One of the core tenets of no-compromise leadership is, “if it needs to get done – get it done.” It’s truly a simple concept that cannot be argued. Yet, the term “accountability” is tossed around like a hot potato that few want to take ownership of. Everyone wants it. Everyone expects it. The question is, why is accountability such a challenge for leaders and the cultures they are “accountable” for? Why is it that things that need to be done, don’t get done?
In Part One of my No-Compromise Leadership book, I wrote extensively about “leadership blockages” and internal operating systems. Leadership blockages are best described as those situations that trigger discomfort levels that ultimately lead to procrastination. Be it fear, insecurity, self-esteem issues or the need to break out of your comfort zone, leadership blockages ensure compromising behaviors in leaders. Internal operating systems represent your collective thinking and beliefs that autopilot your behaviors as a leader. Just like you upgrade your computer’s operating system to gain more power and capabilities, leaders must upgrade their operating systems with new thinking and higher-level beliefs in people and what’s required to achieve their full potential.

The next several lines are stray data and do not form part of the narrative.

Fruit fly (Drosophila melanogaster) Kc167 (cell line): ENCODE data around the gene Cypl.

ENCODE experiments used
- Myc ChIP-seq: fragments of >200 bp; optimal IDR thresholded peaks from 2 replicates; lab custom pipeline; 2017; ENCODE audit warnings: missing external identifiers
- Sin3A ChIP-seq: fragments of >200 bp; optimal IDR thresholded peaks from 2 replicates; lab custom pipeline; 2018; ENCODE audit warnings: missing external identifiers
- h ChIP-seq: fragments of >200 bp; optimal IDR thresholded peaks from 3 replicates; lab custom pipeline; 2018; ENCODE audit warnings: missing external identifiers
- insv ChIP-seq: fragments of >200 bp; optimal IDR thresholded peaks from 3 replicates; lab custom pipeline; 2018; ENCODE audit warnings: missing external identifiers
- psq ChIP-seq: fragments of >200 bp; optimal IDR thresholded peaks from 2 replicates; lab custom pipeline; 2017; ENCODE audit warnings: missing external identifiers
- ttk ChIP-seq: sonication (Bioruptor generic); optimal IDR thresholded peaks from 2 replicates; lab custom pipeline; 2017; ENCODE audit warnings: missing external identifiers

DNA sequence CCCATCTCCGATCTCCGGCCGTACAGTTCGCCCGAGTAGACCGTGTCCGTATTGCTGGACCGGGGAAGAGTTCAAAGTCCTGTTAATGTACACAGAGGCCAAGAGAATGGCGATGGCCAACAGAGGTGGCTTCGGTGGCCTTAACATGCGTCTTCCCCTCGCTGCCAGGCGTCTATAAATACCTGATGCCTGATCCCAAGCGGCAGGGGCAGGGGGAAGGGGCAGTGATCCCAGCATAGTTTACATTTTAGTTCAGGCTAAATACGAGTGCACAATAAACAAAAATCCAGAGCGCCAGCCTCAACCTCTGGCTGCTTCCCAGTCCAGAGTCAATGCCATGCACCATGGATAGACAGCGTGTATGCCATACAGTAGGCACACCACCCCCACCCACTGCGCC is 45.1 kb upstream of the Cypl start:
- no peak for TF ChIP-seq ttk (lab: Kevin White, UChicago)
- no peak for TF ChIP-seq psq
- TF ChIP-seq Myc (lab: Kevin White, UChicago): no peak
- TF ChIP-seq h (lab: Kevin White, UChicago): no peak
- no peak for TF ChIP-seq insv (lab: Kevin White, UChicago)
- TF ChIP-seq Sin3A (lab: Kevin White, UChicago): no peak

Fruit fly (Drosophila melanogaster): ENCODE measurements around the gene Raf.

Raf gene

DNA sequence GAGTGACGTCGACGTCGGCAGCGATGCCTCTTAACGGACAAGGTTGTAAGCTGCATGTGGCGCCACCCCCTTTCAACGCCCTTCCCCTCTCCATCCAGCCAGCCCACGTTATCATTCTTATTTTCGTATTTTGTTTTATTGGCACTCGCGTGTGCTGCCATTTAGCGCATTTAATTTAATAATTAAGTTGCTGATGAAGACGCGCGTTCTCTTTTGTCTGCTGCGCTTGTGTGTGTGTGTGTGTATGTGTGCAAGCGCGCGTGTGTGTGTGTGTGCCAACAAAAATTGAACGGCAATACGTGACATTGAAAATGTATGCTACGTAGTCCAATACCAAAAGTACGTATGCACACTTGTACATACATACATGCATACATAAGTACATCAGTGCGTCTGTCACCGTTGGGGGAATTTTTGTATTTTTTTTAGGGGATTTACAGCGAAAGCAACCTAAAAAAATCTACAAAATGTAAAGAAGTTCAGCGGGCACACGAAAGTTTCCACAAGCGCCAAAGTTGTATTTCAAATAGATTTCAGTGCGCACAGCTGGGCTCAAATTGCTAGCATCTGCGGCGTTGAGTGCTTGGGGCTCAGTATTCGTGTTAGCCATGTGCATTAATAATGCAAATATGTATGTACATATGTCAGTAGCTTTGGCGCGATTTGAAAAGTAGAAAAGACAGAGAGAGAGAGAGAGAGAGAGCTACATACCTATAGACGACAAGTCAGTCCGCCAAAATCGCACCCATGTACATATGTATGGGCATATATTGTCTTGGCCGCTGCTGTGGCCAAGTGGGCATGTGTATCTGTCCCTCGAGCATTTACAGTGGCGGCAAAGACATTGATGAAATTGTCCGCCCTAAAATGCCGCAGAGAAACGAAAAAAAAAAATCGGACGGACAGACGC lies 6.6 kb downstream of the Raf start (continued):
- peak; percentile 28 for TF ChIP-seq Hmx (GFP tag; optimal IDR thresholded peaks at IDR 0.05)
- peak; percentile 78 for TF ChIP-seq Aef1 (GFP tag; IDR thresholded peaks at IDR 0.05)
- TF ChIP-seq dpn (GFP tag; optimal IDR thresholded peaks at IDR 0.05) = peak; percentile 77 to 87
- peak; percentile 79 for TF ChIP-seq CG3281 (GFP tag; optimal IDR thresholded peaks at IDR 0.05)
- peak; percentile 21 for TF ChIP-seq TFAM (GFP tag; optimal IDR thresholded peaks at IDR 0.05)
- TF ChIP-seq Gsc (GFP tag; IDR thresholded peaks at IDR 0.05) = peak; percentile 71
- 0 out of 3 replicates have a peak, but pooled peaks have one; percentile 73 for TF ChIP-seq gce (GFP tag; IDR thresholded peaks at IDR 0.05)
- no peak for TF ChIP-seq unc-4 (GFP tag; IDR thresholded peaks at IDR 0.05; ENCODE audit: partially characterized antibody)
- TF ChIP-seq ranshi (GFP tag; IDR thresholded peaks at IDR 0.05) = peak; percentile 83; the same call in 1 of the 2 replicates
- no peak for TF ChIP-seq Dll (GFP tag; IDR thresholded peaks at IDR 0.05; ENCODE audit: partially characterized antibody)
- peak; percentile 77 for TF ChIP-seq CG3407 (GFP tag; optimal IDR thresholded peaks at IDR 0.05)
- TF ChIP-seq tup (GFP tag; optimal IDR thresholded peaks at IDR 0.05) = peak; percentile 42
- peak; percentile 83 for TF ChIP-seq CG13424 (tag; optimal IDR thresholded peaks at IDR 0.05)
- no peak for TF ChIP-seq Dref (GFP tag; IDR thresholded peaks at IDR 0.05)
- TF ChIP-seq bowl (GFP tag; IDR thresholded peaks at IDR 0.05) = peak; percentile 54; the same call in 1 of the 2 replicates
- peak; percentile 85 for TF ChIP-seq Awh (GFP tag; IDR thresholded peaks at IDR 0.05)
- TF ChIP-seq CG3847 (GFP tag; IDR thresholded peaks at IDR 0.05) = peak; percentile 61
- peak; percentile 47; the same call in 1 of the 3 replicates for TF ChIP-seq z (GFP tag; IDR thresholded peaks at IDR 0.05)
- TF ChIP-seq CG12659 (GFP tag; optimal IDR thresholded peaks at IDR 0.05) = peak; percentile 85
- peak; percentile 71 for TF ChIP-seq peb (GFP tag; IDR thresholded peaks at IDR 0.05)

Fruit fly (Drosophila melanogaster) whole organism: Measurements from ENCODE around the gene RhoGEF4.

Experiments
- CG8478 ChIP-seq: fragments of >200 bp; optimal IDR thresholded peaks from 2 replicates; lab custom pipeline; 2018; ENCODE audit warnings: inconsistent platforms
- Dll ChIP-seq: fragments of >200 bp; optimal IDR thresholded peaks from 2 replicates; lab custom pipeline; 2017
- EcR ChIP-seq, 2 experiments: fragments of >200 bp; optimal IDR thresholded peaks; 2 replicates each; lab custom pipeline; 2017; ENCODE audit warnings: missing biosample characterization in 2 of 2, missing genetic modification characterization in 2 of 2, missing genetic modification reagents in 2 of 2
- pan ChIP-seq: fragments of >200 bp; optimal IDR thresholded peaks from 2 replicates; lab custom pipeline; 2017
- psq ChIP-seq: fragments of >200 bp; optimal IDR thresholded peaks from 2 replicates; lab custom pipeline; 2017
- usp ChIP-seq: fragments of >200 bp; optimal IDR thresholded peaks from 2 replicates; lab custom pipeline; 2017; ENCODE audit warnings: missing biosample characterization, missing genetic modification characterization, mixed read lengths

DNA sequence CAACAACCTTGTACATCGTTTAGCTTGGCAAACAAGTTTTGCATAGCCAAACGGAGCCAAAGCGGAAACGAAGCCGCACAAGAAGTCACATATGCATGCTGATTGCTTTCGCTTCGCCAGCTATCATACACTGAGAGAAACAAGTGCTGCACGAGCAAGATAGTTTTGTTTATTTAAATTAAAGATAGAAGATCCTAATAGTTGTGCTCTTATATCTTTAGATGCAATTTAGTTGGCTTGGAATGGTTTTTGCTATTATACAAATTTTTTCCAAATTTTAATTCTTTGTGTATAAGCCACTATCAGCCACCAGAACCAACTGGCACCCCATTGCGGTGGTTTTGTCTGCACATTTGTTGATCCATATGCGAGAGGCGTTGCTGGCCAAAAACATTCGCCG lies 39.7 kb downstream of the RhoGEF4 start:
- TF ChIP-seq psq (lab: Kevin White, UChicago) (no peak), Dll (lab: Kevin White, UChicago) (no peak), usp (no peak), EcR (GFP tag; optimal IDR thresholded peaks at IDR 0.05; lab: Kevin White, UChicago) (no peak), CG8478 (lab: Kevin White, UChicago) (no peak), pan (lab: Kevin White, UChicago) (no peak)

No compromise is a 100% commitment to getting things done. Compromise is something less, much less. Compromise thinking and behavior are the self-imposed speed bumps and stuck-in-your-box constraints that keep you in your current “box” of limited opportunity. Accountability to get things done, no matter how challenging, is the foundation that no-compromise leaders stand on. Accountability is unwavering. Accountability distinguishes world class from average.